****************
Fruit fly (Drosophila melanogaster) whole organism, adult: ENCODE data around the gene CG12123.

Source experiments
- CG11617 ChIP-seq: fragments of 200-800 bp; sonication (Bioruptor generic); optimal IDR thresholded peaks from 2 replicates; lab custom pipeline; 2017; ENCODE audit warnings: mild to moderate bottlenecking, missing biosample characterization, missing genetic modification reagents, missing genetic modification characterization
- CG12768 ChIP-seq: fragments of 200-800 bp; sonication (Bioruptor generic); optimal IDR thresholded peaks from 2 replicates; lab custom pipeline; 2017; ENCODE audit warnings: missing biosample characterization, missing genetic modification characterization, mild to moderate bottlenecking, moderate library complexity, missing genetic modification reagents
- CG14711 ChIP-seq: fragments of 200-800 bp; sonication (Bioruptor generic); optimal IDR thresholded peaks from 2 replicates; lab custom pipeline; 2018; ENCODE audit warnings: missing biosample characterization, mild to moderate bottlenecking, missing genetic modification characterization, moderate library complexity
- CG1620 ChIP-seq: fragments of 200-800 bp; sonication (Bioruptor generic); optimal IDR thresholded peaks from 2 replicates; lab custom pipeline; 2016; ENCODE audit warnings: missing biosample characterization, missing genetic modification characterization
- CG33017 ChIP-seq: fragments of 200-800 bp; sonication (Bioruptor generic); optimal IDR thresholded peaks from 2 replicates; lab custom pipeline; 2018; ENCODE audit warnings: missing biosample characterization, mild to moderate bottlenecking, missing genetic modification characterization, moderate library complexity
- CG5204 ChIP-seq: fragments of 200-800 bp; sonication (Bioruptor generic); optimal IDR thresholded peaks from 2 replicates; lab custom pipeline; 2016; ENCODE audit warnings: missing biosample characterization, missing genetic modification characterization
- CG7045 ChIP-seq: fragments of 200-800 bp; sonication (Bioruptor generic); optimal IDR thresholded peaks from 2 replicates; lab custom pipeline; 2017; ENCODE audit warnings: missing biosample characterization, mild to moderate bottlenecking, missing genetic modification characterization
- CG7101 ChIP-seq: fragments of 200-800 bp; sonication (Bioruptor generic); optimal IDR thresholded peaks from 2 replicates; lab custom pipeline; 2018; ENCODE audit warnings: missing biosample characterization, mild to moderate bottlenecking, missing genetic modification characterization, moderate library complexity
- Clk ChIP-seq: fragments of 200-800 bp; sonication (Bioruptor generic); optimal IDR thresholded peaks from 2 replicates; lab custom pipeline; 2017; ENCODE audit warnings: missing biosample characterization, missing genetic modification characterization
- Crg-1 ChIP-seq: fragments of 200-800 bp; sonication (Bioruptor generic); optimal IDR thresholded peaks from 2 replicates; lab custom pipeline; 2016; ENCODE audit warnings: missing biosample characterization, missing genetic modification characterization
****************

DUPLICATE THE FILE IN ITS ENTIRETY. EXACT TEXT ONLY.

Fruit fly (Drosophila melanogaster) whole organism, adult: ENCODE data around the gene CG12123.

Source experiments
- CG11617 ChIP-seq: fragments of 200-800 bp; sonication (Bioruptor generic); optimal IDR thresholded peaks from 2 replicates; lab custom pipeline; 2017; ENCODE audit warnings: mild to moderate bottlenecking, missing biosample characterization, missing genetic modification reagents, missing genetic modification characterization
- CG12768 ChIP-seq: fragments of 200-800 bp; sonication (Bioruptor generic); optimal IDR thresholded peaks from 2 replicates; lab custom pipeline; 2017; ENCODE audit warnings: missing biosample characterization, missing genetic modification characterization, mild to moderate bottlenecking, moderate library complexity, missing genetic modification reagents
- CG14711 ChIP-seq: fragments of 200-800 bp; sonication (Bioruptor generic); optimal IDR thresholded peaks from 2 replicates; lab custom pipeline; 2018; ENCODE audit warnings: missing biosample characterization, mild to moderate bottlenecking, missing genetic modification characterization, moderate library complexity
- CG1620 ChIP-seq: fragments of 200-800 bp; sonication (Bioruptor generic); optimal IDR thresholded peaks from 2 replicates; lab custom pipeline; 2016; ENCODE audit warnings: missing biosample characterization, missing genetic modification characterization
- CG33017 ChIP-seq: fragments of 200-800 bp; sonication (Bioruptor generic); optimal IDR thresholded peaks from 2 replicates; lab custom pipeline; 2018; ENCODE audit warnings: missing biosample characterization, mild to moderate bottlenecking, missing genetic modification characterization, moderate library complexity
- CG5204 ChIP-seq: fragments of 200-800 bp; sonication (Bioruptor generic); optimal IDR thresholded peaks from 2 replicates; lab custom pipeline; 2016; ENCODE audit warnings: missing biosample characterization, missing genetic modification characterization
- CG7045 ChIP-seq: fragments of 200-800 bp; sonication (Bioruptor generic); optimal IDR thresholded peaks from 2 replicates; lab custom pipeline; 2017; ENCODE audit warnings: missing biosample characterization, mild to moderate bottlenecking, missing genetic modification characterization
- CG7101 ChIP-seq: fragments of 200-800 bp; sonication (Bioruptor generic); optimal IDR thresholded peaks from 2 replicates; lab custom pipeline; 2018; ENCODE audit warnings: missing biosample characterization, mild to moderate bottlenecking, missing genetic modification characterization, moderate library complexity
- Clk ChIP-seq: fragments of 200-800 bp; sonication (Bioruptor generic); optimal IDR thresholded peaks from 2 replicates; lab custom pipeline; 2017; ENCODE audit warnings: missing biosample characterization, missing genetic modification characterization
- Crg-1 ChIP-seq: fragments of 200-800 bp; sonication (Bioruptor generic); optimal IDR thresholded peaks from 2 replicates; lab custom pipeline; 2016; ENCODE audit warnings: missing biosample characterization, missing genetic modification characterization